Trillium Book Awards Author Reading 2015

Profile on Amanda Earl’s, with a few questions

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Amanda Earl

One of the few Canadian websites doing consistent work for the sake of National Poetry Month is Ottawa poet, publisher and fiction writer Amanda Earl’s, posting daily pieces throughout April since 2009. Publishing a range of visual, concrete and text works in what she calls “an annual celebration of poetry,” this year she has even moved into including audio of sound poetry. The first week of Earl's 2016 series has already included work by Gary Barwin (Hamilton), Jason Christie (Ottawa), michèle provost (Gatineau), Carrie Hunter (San Francisco), Judith Copithorne (Vancouver), Tom Walmsley (Toronto) and D.S. West (Boulder).

Given that most acknowledgments of National Poetry Month are from larger, more official (and often, more conservative) organizations, whether The League of Canadian Poets in Canada, The Academy of American Poets or the American website NPM Daily (this is the third year, also, that poems are being posted on the Chaudiere Books blog as part of National Poetry Month), part of the pleasure of engaging Earl’s is knowing that it deliberately focuses on less prevalent poetic forms, publishes a wide range of work from poets worldwide, and is produced in Canada. One might even be amazed to realize that more official corners didn’t bother picking up the url, allowing it to even be available. On April 1, 2013 American poet Geof Huth did a brief write-up on the annual series:

Even better is National Poetry Month (.ca) run by Amanda Earl, proprietress of AngelHousePress, where the poetry is different and strange, and interesting, and where this month of April will be celebrating the month, this year, with nothing but visual poetry. Here’s Amanda’s announcement:

AngelHousePress presents, a celebration of poetic form of all kinds and an homage to those poets who try to extend the definition of poetry. This year’s edition, which marks our fifth anniversary, is a tribute to the Last Vispo, an anthology of visual poetry edited by Nico Vassilakis and Crag Hill and published by Fantagraphics in 2012. The site contains visual poetry, asemic writing, collage, concrete poetry and other forms of whimsy by artists from Australia, Canada, the USA, Finland, Hungary, Italy, and Sweden. Each day in April a different visual poem will be shown. AngelHousePress thanks all who participated and sent work for consideration and wishes the month had at least forty five days in order to showcase all the great poetry we received.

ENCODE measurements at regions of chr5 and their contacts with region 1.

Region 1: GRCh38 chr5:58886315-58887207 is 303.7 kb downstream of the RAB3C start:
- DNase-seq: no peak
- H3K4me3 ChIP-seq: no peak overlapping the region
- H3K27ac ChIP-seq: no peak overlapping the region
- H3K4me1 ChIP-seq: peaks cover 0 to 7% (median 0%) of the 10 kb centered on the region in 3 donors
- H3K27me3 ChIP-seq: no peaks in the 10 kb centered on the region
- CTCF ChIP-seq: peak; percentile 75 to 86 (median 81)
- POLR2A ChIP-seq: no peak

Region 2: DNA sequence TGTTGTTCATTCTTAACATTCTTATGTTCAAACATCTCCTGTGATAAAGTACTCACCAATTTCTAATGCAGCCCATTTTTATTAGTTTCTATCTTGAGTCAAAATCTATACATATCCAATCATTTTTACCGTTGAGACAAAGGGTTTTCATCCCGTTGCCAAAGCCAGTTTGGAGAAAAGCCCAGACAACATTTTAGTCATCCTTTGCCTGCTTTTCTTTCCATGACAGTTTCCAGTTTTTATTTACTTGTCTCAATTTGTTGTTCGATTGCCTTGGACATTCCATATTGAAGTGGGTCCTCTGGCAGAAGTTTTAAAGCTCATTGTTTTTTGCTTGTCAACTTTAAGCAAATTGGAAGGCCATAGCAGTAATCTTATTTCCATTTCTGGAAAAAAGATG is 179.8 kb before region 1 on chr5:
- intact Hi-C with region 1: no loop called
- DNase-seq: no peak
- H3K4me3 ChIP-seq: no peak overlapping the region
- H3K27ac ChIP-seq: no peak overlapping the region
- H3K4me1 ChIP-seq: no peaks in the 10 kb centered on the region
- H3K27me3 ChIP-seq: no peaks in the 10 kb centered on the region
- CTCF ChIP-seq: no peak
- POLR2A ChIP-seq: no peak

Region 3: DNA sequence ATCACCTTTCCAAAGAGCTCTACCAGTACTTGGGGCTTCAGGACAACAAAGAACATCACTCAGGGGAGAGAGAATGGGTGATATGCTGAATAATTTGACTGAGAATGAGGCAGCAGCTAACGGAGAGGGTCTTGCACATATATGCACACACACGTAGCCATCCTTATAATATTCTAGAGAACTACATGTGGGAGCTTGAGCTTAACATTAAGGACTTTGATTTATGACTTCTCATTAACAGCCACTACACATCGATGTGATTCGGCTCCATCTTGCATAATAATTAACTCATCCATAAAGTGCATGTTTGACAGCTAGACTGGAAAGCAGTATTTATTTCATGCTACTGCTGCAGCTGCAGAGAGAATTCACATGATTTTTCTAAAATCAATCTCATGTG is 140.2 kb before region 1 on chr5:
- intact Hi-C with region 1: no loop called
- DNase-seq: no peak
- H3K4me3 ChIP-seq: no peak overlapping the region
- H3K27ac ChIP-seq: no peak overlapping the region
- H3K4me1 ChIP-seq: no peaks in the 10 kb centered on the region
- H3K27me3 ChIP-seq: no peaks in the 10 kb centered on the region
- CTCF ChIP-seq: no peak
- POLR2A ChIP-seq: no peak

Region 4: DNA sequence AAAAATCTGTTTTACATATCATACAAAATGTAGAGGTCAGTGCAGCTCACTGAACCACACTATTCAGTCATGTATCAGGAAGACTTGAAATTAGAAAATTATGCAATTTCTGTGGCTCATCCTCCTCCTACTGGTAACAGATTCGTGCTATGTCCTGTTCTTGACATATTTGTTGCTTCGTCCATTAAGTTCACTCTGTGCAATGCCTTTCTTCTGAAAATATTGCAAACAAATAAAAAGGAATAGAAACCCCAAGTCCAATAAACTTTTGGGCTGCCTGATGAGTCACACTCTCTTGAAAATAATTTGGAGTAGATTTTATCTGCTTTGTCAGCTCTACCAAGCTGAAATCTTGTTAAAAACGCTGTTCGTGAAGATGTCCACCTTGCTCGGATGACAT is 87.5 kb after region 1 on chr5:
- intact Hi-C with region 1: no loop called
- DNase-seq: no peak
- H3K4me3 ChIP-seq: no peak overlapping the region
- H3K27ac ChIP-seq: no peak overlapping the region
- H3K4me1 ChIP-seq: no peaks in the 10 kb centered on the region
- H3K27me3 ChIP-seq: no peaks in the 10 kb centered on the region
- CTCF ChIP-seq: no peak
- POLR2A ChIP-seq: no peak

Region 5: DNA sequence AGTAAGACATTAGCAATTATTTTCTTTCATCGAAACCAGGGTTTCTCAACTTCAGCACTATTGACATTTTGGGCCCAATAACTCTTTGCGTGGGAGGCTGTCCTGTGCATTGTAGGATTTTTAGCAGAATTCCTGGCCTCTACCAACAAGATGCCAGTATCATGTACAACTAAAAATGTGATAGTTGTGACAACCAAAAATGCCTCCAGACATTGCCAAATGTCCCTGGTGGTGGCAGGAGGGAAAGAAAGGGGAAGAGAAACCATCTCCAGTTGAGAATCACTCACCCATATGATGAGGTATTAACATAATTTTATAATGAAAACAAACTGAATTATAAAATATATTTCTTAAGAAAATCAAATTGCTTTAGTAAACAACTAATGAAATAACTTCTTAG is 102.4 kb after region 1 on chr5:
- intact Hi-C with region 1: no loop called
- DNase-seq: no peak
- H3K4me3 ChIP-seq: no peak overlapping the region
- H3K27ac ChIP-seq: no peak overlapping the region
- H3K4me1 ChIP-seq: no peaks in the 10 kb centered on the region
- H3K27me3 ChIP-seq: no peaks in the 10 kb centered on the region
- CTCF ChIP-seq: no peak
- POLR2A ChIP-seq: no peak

Starting April 1, please visit for a different visual poem every day.

It should prove to be a great month of poetry if my friend Gary Barwin’s opening bpNicholesque poem of the two descending legs of one fine capital letter are any indication. Follow along. Breathe poetry. Don’t let poetry breathe you. is built as an extension of work she produces through AngelHousePress, a press she established in 2007 to publish “raw talent, ragged edges and rebels through its limited edition chapbook series,, an annual celebration of poetry in April,, an annual online PDF magazine that comes out in November, and its online essay series.” Separately, she is also the managing editor of the Ottawa-based literary site,, and a prolific poet and fiction writer. She is the author of a first trade collection of poems, Kiki (Chaudiere Books, 2014), an erotic novella, A World Of Yes (DevilHouse, 2015), and a collection of “smutty short fiction,” Coming Together Presents Amanda Earl (Coming Together, 2014).

rob mclennan:

What first prompted you to start

Amanda Earl: